Paul Dorman

rwahrens, considering that jailbreaking is a process that the user has to initiate, it is not a vector for malware, other than that the user could afterwards potentially install some malware.

After all, you can put anything you want on your Mac, should Steve lock those down, too?

Ted Landau

Feint? and ?Faint? are not interchangeable,

Okay. I concede the point. I don’t want the discussion of this article to get sidelined by my choice of spelling for one word. smile

FWIW, I actually thought about the spelling and went with the apparent wrong choice anyway. Oh well.

rwahrens

wahrens, considering that jailbreaking is a process that the user has to initiate, it is not a vector for malware, other than that the user could afterwards potentially install some malware.

And the point is that a malware agent could ALSO initiate that process, as it is an exploitable vulnerability, and if it could do so without your knowledge, your iPhone is then infected!  Hmm, I wonder how much damage to your wallet and credit could be done by an app designed to call (without your knowledge or permission) a 900 number?  ...especially if it could first cull your credit card number from your phone?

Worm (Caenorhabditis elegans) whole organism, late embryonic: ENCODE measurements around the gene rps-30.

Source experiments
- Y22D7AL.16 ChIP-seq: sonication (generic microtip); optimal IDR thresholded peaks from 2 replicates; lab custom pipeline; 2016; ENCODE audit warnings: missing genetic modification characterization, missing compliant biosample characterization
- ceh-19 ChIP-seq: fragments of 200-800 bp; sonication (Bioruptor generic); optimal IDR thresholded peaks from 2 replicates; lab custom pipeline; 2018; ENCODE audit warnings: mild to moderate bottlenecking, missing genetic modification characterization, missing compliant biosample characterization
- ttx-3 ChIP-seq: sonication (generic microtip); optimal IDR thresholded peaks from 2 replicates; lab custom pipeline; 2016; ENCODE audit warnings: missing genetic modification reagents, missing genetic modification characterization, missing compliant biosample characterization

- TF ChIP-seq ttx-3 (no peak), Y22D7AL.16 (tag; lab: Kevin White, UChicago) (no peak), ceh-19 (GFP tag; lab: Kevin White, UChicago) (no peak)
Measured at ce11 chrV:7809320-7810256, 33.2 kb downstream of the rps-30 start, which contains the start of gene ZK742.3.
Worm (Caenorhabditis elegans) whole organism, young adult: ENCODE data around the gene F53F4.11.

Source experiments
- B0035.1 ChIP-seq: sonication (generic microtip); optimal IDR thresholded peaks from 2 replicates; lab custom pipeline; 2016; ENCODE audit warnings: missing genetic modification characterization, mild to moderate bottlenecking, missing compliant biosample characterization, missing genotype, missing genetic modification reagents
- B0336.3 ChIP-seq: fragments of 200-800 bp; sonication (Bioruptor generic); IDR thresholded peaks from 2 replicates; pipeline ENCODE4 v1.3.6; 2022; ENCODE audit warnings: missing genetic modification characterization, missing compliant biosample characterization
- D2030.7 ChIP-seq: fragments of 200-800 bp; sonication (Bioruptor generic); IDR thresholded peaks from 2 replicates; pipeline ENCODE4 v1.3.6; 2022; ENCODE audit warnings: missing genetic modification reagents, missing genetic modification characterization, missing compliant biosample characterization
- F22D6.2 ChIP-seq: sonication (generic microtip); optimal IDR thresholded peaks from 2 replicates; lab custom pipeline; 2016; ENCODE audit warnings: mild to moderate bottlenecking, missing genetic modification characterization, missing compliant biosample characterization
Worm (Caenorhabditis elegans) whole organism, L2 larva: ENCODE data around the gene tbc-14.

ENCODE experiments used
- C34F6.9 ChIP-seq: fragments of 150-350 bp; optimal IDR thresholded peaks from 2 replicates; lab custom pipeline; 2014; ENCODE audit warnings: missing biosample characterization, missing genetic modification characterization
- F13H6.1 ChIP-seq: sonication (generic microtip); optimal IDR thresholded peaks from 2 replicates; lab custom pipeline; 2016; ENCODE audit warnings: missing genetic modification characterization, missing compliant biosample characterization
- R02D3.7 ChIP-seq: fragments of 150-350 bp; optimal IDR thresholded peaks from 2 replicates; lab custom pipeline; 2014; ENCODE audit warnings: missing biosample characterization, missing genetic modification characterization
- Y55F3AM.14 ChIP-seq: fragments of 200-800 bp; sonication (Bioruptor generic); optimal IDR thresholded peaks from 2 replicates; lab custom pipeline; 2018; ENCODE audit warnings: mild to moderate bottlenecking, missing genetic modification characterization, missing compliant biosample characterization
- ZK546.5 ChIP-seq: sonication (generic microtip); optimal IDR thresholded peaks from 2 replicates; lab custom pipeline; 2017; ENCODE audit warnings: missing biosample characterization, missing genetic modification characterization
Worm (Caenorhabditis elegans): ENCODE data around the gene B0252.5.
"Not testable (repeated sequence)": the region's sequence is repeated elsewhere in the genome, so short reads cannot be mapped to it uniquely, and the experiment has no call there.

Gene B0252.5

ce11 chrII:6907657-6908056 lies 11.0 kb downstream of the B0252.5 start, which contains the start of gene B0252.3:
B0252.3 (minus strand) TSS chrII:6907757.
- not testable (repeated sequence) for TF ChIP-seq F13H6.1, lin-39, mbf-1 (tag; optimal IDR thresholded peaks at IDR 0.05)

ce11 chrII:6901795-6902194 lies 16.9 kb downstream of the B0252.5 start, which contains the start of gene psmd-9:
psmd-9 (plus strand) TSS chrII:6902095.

And stop trying to sideline the discussion about the iPhone with false warnings about macs.  That platform is not the one under discussion.  Red herring for sure!

deasys

you can put anything you want on your Mac, should Steve lock those down, too?

You can’t modify Mac OS X, Paul.

Correct me if I’m wrong, but I believe that the jailbreaking/unlocking process involves modification of the iPhone’s operating software.

computerbandgeek

And the point is that a malware agent could ALSO initiate that process, as it is an exploitable vulnerability, and if it could do so without your knowledge, your iPhone is then infected!

That is a lie, the only way to jailbreak involves manually resetting the phone in various ways many times, as well as plugging it into and unplugging it into the computer several times. There is no way in hell it can happen “accidentally” without the user knowing/taking action.

You can?t modify Mac OS X, Paul.

Correct me if I?m wrong, but I believe that the jailbreaking/unlocking process involves modification of the iPhone?s operating software.

Let’s do an activity. Go to the Finder, choose “Macintosh HD” in the sidebar, choose the “System” folder, and start editing any file you so choose. That is called “modifying the OS” last time I checked…

deasys